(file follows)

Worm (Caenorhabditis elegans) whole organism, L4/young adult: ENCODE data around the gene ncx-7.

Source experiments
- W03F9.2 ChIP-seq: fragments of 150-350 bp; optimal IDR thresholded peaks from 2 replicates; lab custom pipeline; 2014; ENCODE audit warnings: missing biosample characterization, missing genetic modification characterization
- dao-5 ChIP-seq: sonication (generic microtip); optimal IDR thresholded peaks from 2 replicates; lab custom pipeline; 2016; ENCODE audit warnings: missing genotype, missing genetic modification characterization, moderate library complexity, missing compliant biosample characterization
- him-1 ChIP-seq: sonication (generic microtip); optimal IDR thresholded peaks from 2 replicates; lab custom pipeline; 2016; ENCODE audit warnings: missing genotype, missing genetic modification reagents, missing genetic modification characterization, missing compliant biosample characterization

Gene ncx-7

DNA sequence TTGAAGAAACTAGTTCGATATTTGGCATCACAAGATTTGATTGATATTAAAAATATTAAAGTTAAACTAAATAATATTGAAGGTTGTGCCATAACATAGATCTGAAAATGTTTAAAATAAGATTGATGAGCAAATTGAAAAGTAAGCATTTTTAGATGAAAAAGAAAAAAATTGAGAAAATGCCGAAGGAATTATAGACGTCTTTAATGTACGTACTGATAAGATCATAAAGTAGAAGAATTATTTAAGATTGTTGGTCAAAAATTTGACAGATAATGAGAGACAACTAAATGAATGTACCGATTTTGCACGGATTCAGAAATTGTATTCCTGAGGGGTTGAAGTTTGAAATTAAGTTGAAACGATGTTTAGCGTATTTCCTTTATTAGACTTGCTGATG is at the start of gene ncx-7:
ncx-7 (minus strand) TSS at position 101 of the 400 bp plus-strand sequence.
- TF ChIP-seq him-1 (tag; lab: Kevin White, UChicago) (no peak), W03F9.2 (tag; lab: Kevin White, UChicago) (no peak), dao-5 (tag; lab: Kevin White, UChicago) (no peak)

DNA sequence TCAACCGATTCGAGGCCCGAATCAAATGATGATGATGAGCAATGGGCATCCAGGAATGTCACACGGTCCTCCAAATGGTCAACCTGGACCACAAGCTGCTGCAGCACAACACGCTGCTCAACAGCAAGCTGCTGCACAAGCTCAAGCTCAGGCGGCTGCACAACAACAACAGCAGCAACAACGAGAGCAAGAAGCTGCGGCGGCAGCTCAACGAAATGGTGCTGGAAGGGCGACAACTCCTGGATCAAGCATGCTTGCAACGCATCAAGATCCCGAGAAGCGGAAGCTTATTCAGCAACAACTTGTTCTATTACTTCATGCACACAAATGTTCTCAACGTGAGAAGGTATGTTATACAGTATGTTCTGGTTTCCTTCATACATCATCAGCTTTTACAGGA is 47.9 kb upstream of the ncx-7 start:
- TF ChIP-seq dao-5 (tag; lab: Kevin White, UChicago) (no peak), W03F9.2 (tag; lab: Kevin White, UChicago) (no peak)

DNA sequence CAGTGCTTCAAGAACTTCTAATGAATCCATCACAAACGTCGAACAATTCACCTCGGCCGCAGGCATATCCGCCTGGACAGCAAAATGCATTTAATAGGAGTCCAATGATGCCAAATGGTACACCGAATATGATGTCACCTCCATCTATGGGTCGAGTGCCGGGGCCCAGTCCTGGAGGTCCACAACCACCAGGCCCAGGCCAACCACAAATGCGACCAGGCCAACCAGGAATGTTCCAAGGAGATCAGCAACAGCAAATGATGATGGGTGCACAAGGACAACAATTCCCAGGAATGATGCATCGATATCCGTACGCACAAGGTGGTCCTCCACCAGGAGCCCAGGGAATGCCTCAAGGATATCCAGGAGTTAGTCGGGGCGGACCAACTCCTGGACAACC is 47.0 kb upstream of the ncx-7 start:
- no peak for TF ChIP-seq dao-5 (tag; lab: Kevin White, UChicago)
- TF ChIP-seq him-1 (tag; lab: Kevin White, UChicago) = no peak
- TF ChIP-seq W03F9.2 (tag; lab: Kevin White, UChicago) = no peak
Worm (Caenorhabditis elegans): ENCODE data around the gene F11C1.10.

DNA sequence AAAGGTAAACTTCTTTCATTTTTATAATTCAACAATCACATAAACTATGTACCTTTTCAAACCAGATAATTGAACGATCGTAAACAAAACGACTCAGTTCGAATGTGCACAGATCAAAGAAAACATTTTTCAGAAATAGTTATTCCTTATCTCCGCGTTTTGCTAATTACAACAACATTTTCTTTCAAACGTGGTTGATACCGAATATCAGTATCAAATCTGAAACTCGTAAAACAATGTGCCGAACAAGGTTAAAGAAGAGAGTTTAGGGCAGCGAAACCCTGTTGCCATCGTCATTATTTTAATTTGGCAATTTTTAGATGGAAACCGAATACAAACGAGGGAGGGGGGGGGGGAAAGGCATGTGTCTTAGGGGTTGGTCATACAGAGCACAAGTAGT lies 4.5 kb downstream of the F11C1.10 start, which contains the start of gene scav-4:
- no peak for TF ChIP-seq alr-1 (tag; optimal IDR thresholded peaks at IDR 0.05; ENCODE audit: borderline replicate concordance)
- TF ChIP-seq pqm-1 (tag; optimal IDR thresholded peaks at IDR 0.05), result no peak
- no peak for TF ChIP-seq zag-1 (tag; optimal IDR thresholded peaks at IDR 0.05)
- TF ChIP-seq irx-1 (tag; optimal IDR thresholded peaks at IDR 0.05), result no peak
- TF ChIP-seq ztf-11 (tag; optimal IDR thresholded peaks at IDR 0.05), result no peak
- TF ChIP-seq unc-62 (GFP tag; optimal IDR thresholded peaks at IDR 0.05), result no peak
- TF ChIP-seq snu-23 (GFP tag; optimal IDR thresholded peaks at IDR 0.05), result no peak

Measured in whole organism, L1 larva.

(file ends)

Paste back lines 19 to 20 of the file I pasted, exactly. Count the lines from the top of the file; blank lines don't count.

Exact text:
- TF ChIP-seq pqm-1 (tag; optimal IDR thresholded peaks at IDR 0.05), result no peak
- no peak for TF ChIP-seq zag-1 (tag; optimal IDR thresholded peaks at IDR 0.05)